Placenta produces IGF-I and IGF-II and their receptors [10, 11] that stimulate trophobast migration and proliferation in an autocrine fashion. In contrast, decidual cells produce large amounts of IGFBP-1 [12] that inhibits IGF action [13].

Major microRNAs examined by current studies

Considering the subject matter from the other side of the medal one can reflect upon the major microRNAs currently or recently being examined in studies. Agrawal and colleagues from the University of Oxford published a thorough review on presently studied microRNAs. They describe a total of 40 dysregulated microRNAs among which miR-17-5p, miR-20a, miR-200, miR-199a, miR-143, and miR-145 are suggested to play a major role in the pathogenesis of endometriosis [8].

Highlighted is the miR-200 family that consists of miR-200a, miR-200b and miR-141 being dysregulated both in blood and tissue. The combination of the above named microRNAs is shown to have sensitivity and a specificity of 84.4% and 66.7% [9]. Ohlsson et al. point out that miR-200b is thought to be decreased in endometriomas compared to eutopic endometrium. The downregulation of the miR200 family may induce the epithelial-mesenchymal transition characteristic of endometriosis [14, 15]. Indeed, a dysregulation of the anti-metastatic adhesion molecule E-cadherin due to altered miR-200b expression was shown to result in altered invasive growth of endometriotic cells in vitro [15]. Next to the miR-200 family miR-20a is described as a leading biomarker for endometriosis being down-regulated in several studies. This leads to increased concentrations of TGFß and IL-8, playing an important role in inflammation and tissue repair and potentially explaining the growth of endometriotic lesions [15]. Furthermore miR-20a was found to be upregulated in patients with endometrioma leading to upregulated fibroblast growth factor-9, a potent mitogen that stimulates both endothelial and endometrial cell proliferation [17]. Several further microRNAs are described in literature as up- or downregulated, i.e. miR-199a or miR-145 thus showing controversial outcomes [18]. At the functional level, miR-145 was shown to influence invasive growth of endometriotic cells, which was due to a targeting of cytoskeletal elements [19]. Moreover, miR-145 regulated proliferation and the stem cell phenotype of endometriotic cells, as a prerequisite for unlimited growth at ectopic sites [19]. Various studies have examined the role of mRNA in the pathogenesis of endometriosis however they often obtain differing results. This limited overlap between the proposed disease-related microRNAs in endometriosis is probably due to heterogeneity of cell types or use of varying techniques to detect microRNAs [7]. Moreover, methods for data normalization are differing, as there is no broad consensus on housekeeping genes for miRNA-based studies [7]. While some miRNAs reach good values for sensitivity and specificity, these values are currently not superior to current diagnostic methods [8, 20–21]. While a single study reported excellent sensitivity and specificity values of of 95.6% and 91.4% for serum miR-122, and of 100% and 100.0% for miR-199a for the detection of endometriosis [22], these data were not in concordance with an earlier study. An overview on important studies on the diagnostic value of miRNAs in endometriosis is provided in table I.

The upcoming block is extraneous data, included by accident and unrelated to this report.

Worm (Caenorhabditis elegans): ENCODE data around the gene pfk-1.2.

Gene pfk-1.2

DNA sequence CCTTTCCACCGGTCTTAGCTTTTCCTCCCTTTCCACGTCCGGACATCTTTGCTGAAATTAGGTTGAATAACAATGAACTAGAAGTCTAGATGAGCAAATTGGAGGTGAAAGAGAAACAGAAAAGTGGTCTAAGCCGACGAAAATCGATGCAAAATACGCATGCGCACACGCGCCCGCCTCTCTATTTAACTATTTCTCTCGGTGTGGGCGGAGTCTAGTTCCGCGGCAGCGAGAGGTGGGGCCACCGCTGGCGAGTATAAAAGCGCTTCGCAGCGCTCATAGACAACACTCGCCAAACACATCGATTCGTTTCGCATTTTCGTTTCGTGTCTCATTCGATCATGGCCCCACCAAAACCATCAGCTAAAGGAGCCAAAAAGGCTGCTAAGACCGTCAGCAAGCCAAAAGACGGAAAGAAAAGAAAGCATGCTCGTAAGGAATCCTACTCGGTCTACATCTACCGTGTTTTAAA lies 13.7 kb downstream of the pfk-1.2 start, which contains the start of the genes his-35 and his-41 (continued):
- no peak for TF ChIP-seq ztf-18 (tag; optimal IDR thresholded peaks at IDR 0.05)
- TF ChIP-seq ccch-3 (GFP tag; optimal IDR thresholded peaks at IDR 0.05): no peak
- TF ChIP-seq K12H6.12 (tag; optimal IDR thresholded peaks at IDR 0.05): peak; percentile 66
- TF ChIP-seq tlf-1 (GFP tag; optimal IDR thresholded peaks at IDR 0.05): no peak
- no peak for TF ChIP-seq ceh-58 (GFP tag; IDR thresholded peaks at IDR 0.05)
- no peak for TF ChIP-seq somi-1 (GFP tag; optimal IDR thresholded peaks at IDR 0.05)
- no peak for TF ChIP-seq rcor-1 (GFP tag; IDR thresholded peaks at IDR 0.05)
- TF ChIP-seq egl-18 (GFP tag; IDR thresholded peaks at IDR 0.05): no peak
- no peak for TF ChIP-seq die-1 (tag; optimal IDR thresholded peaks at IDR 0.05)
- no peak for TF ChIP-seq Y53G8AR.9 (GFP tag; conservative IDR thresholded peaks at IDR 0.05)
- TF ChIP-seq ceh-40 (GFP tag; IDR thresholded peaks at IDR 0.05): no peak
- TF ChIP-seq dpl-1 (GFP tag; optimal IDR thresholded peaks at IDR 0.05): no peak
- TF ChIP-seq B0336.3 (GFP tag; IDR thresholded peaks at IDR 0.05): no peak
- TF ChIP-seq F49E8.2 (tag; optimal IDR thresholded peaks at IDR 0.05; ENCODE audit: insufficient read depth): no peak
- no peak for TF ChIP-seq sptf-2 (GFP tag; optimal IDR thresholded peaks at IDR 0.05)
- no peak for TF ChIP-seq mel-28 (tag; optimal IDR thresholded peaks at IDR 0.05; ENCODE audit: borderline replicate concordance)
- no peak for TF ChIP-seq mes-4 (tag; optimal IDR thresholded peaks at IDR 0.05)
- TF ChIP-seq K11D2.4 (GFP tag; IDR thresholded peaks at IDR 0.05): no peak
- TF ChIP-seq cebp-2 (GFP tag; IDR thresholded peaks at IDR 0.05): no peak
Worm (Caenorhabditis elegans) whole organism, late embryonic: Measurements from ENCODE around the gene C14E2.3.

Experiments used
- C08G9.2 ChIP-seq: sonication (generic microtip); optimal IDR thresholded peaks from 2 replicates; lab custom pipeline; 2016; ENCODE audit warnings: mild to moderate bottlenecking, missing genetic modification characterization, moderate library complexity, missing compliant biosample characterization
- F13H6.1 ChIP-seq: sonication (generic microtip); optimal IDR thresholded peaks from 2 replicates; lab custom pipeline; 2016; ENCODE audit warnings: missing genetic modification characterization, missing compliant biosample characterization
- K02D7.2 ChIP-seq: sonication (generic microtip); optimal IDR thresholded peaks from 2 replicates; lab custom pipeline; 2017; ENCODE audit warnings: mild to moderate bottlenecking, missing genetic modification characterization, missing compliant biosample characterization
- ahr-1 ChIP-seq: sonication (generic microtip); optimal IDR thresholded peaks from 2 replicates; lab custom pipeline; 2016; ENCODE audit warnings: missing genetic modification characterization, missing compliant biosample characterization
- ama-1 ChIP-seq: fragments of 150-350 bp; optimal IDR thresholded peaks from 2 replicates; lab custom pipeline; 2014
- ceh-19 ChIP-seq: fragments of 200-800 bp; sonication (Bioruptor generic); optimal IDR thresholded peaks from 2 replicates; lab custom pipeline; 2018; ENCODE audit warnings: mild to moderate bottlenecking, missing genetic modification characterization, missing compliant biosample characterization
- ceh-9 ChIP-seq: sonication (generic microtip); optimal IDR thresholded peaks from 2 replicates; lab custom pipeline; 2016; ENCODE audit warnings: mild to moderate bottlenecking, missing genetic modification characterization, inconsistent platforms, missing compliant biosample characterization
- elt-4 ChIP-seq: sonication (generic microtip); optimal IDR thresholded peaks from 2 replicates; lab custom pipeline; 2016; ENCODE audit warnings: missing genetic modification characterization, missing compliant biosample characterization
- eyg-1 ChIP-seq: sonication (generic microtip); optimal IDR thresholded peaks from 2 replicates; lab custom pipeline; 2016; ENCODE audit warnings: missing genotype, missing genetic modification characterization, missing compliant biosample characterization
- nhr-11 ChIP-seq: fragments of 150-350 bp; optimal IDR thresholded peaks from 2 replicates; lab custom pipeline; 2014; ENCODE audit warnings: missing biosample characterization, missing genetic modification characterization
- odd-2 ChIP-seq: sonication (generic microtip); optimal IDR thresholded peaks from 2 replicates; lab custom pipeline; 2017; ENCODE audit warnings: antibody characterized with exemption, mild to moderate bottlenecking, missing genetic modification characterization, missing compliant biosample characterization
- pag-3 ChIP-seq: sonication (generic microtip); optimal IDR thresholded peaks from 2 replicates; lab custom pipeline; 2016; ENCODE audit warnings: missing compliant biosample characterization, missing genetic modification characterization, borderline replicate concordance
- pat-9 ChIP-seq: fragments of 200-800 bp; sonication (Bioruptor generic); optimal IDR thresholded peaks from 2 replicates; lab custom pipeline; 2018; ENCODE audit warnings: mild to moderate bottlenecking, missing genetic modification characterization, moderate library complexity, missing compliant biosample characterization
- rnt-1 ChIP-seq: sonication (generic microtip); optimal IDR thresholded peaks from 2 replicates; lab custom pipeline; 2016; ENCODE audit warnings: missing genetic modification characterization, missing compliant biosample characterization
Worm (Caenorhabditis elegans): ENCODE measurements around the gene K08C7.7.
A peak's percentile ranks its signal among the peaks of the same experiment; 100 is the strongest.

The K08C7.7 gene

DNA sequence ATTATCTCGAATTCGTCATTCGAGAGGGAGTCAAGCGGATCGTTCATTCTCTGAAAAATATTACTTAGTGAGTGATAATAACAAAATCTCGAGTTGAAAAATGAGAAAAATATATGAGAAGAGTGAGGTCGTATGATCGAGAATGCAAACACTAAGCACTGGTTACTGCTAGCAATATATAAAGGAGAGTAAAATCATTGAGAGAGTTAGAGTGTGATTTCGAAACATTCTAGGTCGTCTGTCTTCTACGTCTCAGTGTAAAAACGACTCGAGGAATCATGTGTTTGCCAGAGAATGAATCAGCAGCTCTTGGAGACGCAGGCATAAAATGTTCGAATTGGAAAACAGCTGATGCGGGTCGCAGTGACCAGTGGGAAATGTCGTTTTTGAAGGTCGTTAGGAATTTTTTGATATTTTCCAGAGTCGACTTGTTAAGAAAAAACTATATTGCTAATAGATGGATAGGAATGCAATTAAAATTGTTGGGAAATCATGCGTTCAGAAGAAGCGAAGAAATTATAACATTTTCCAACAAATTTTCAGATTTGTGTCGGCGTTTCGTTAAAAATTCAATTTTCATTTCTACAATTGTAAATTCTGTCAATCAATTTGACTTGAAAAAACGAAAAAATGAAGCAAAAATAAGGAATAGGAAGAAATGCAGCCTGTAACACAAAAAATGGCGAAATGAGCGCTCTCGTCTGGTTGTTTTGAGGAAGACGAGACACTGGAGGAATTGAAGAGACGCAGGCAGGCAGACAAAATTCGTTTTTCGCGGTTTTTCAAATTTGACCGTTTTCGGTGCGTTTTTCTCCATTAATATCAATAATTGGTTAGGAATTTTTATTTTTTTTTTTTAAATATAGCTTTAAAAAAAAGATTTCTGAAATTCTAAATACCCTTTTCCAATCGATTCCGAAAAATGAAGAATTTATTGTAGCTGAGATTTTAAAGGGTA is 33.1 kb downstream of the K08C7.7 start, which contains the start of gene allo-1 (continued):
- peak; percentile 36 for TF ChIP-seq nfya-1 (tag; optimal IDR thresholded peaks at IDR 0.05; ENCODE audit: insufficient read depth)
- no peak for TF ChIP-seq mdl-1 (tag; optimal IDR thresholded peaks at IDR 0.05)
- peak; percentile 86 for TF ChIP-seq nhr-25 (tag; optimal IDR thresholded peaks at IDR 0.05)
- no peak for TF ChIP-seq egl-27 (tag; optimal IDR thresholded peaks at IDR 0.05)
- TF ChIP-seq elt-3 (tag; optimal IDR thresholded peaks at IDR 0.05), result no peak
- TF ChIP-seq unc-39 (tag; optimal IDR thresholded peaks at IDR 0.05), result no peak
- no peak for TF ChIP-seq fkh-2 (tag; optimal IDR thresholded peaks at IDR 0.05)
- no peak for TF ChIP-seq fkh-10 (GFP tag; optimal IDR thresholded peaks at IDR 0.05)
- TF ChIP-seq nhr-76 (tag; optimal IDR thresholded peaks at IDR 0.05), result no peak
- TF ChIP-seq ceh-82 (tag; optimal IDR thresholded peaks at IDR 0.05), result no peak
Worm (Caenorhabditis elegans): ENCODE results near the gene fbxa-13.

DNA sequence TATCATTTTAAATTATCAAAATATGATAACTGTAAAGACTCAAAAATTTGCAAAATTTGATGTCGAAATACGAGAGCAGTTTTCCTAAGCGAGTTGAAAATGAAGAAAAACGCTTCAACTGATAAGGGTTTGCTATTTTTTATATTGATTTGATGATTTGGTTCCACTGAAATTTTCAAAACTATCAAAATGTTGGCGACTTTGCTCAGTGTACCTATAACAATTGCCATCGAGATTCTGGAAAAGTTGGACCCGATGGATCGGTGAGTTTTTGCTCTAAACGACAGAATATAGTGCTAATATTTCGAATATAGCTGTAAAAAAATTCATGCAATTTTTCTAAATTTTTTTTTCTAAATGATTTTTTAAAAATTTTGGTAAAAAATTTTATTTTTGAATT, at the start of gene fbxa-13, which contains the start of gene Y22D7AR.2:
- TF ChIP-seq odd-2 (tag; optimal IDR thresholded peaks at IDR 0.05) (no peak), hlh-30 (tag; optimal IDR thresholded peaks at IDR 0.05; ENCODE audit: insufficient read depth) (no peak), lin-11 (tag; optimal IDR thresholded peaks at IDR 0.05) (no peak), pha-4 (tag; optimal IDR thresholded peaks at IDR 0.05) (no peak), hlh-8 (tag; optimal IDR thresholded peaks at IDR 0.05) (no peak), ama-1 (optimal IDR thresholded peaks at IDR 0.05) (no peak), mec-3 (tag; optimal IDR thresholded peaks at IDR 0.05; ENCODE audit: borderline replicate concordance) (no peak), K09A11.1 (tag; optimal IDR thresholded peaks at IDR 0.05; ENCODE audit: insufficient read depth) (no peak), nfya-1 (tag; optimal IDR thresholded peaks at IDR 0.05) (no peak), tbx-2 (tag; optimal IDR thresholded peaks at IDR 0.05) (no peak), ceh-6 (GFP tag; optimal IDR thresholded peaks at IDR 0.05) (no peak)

Future perspective

Up to now no single microRNA seems to be applicable as a diagnostic marker neither has been found a combination of dysregulated microRNAs that could be used as diagnostic tool. However further progress and research on microRNAs is valuable and promising for future medicine. Circulating microRNAs could be novel targets for early diagnosis and treatment monitoring on the one hand as well as major therapeutic targets in the therapy of endometriosis. Ohlsson-Teague and colleagues suggest that in the future a non-invasive blood test that identifies microRNAs secreted from endometriotic tissue could be a precious cornerstone in the non-invasive diagnosis of endometriosis. Furthermore the authors suggest microRNAs as potential non-hormonal therapeutic targets. Antagonisms of microRNAs via anti-microRNAs, use of microRNA decoys or use of microRNA mimics in order to increase the degree of miRNA regulation and suppress transcription of mRNAs that promote disease activity are potential therapeutic strategies in future treatment of endometriosis [9].


Table I. Diagnostic value of serum miRNAs in endometriosis
microRNA Sensitivity (%) Specificity (%) Reference
Jia et al. 2013 [24]
mi-125b-5p 100 96 Cosar et al. 2016 [25]
let-7d (proliferative phase) 83.3 100 Cho et al. 2015 [26]
Wang et al. 2013 [18]
miR-16+miR-191+miR-195 88 60 Suryavanshi et al. 2013 [27]
Rekker et al. 2015 [28]
miR-155+miR574-3p+miR139-3p 83 51 Nisenblatt et al. 2019 [20]
laparoscopy 94 79 Wykes et al. 2004 [23]
Compilation of studies summarized in references [8, 20–21]. Values for the gold standard laparoscopy are from reference [23].


MicroRNAs are promising future targets for diagnosis as well as treatment of endometriosis. However, up to now no single microRNA or combination of microRNAs are found to meet the requirements as diagnostic marker. Thus, future research is promising in order to find a novel non-invasive way for early diagnosis or even for new non-hormonal treatment options of endometriosis, a debilitating and burdening disease that affects a great number of women in their reproductive years.